If you're upping your mileage ahead of a goal marathon or half this year. you have to adjust your calorie intake accordingly. Here is a rough guide:

There are various running calorie calculators available online and most sports watches track it too. As a general rule, the average runner will burn about 100 calories per mile (1,6km).  You have to consuming enough calories to account for that, even on your rest days.

To get an idea of your daily calorie output, try using the Schofield Equation, to estimate your Basal Metabolic Rate (BMR). This measures the rate of calories your body needs to function at rest. As with most of these types of equations, this isn't a hard and fast rule, but should act as something of a guideline.

Women 18-29 years: 14.8 x weight in kg + 487 = BMR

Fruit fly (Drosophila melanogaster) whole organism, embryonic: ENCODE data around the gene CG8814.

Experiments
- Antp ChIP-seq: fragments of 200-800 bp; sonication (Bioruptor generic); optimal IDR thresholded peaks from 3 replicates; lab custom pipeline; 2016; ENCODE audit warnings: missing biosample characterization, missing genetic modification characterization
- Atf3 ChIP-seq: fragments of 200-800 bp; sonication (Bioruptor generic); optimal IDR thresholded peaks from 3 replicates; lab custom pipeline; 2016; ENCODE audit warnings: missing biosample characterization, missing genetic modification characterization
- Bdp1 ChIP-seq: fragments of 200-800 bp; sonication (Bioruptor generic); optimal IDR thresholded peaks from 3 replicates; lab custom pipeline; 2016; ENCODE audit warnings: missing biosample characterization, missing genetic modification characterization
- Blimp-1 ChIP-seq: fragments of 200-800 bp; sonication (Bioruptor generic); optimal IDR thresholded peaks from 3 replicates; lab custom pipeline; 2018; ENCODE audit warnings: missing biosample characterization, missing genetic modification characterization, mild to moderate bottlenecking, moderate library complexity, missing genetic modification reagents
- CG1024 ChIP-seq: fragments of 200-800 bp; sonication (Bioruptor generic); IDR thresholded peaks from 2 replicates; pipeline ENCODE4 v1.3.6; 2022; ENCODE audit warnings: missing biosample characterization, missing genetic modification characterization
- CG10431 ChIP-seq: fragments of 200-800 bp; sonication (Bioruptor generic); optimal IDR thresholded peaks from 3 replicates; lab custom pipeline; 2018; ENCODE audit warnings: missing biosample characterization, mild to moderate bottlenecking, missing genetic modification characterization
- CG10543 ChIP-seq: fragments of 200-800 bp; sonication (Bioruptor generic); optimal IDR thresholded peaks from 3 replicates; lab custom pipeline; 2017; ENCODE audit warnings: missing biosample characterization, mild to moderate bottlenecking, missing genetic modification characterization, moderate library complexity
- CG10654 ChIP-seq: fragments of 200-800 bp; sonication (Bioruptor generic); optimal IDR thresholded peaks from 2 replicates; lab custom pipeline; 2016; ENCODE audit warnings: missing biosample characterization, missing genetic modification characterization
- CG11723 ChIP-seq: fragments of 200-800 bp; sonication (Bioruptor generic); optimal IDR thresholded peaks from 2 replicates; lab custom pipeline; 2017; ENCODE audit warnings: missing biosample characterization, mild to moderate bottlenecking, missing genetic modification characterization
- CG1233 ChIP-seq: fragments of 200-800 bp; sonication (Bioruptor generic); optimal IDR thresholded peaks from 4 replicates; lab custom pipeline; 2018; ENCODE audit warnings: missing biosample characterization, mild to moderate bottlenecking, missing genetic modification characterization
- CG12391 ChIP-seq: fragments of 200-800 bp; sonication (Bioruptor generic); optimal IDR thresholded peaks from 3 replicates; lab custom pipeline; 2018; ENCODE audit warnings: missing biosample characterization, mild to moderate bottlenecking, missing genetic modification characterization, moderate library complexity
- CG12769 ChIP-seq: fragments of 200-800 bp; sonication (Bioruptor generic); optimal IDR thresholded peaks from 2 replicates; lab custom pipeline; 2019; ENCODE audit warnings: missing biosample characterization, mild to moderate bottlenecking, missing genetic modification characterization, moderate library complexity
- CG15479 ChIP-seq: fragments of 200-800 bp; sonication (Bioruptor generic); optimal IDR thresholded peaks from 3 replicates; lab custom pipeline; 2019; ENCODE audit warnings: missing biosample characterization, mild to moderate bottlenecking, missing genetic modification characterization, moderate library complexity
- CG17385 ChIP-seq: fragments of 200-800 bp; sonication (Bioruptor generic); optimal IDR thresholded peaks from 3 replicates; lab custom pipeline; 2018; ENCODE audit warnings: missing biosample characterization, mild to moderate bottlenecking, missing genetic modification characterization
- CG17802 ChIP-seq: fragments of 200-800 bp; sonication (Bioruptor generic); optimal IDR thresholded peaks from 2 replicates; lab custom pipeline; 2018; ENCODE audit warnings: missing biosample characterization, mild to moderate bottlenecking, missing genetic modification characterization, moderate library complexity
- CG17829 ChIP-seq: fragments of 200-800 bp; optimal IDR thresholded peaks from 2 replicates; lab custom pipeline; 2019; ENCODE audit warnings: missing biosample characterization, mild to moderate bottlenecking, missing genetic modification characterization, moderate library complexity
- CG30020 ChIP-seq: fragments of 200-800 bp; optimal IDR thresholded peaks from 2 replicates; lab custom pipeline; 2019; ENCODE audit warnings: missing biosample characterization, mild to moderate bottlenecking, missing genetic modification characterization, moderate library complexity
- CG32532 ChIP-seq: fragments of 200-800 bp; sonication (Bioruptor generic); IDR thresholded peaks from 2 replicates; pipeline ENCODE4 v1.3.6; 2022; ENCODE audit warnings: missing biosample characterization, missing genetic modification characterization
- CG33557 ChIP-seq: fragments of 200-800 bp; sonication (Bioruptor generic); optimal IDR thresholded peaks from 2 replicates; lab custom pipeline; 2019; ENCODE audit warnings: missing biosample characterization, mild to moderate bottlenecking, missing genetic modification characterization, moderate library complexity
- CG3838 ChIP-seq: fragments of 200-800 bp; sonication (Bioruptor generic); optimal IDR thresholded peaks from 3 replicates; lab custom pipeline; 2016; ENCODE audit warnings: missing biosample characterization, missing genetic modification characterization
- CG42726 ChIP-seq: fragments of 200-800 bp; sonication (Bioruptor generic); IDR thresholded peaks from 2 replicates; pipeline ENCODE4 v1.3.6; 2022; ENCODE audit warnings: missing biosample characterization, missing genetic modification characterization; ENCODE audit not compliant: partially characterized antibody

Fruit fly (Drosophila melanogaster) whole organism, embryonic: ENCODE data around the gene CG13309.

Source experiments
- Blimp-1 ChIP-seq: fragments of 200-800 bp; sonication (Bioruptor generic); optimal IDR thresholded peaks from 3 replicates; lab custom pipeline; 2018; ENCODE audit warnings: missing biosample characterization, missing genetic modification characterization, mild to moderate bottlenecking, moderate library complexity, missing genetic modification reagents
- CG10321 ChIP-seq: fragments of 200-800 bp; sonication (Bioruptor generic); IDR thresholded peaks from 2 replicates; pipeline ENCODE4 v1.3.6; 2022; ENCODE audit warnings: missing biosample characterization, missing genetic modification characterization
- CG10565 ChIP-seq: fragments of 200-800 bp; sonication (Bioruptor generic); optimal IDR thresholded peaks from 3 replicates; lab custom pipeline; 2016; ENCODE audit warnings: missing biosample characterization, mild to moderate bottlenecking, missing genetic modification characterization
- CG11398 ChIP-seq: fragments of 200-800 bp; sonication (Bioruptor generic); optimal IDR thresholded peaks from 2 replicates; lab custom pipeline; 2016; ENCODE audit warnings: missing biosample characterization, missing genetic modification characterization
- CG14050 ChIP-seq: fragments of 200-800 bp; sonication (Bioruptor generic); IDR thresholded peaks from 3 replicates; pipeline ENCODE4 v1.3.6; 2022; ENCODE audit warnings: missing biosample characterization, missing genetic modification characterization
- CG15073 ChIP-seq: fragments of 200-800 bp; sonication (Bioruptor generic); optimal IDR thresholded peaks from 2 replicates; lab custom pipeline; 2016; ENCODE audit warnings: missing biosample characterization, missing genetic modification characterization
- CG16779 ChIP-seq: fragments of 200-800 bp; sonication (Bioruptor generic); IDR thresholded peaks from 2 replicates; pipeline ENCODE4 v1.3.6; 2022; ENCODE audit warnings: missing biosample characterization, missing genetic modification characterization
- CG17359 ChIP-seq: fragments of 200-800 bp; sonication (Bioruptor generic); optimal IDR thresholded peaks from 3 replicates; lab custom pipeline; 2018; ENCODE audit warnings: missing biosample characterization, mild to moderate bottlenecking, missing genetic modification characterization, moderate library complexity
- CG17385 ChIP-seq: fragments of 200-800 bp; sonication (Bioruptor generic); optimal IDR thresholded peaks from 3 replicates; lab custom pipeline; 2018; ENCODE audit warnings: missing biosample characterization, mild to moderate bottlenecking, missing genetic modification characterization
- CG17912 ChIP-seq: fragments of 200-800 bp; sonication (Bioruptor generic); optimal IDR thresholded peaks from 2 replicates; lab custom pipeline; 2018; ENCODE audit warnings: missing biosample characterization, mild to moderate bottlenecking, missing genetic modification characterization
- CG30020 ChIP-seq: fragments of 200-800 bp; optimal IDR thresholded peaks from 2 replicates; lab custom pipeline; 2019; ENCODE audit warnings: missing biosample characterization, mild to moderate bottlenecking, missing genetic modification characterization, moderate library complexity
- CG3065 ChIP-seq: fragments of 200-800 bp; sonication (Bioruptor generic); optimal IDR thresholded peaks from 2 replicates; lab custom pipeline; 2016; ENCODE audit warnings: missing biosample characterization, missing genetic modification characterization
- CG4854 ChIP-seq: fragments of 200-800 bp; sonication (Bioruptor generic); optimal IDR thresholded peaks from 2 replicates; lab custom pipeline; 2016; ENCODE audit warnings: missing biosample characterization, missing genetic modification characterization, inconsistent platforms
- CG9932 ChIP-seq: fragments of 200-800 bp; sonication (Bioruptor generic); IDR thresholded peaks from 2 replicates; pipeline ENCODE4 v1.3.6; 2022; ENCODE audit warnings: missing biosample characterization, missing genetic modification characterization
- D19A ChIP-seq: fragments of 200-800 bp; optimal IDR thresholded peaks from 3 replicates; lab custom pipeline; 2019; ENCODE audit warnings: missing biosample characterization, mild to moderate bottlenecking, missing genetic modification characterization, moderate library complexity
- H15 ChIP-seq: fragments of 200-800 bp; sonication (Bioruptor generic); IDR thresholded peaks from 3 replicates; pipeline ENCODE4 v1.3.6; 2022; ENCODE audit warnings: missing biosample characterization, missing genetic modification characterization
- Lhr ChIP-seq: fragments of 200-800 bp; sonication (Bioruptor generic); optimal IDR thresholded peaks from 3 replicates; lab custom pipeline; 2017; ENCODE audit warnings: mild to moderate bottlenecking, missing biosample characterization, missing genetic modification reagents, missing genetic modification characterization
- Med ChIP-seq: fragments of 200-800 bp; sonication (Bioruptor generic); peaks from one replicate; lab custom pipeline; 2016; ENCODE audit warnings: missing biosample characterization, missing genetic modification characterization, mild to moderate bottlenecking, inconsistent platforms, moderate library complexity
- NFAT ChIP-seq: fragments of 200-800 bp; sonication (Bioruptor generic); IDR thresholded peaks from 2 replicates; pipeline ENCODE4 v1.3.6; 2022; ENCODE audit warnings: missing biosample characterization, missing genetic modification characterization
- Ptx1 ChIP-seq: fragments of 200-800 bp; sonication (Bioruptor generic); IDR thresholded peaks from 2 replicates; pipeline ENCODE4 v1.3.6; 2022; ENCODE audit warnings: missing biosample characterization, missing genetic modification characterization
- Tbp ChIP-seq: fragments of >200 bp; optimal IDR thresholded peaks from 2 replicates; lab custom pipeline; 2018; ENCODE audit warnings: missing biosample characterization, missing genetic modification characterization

Men 18-29 years: 15.1 x weight in kg + 692 = BMR
Women 30-59 years: 8.3 x weight in kg + 846 = BMR
Men 30-58 years: 11.5 x weight in kg + 873 = BMR

Once you've calculated your BMR, you can then take this figure and apply it to your level of training (or 'activity'):

Inactive men and women: 1.4 x BMR
Moderately active women: 1.6 x BMR
Moderately active men: 1.7 x BMR
Very active women: 1.8 x BMR
Very active men: 1.9 x BMR

In the early stages of a marathon programme – if you're training for about an hour, four times a week – you will most likely to fall into the 'moderately active' category (assuming you have a desk job and not a highly active occupation). 

So, as an example, a woman with a BMR of 1336, who is 'moderately active': 

1336 x 1.6 = 2138 calories required.

As the training load increases and you are doing longer and more intense sessions, you would also be classified as 'very active' and this figure would then change accordingly.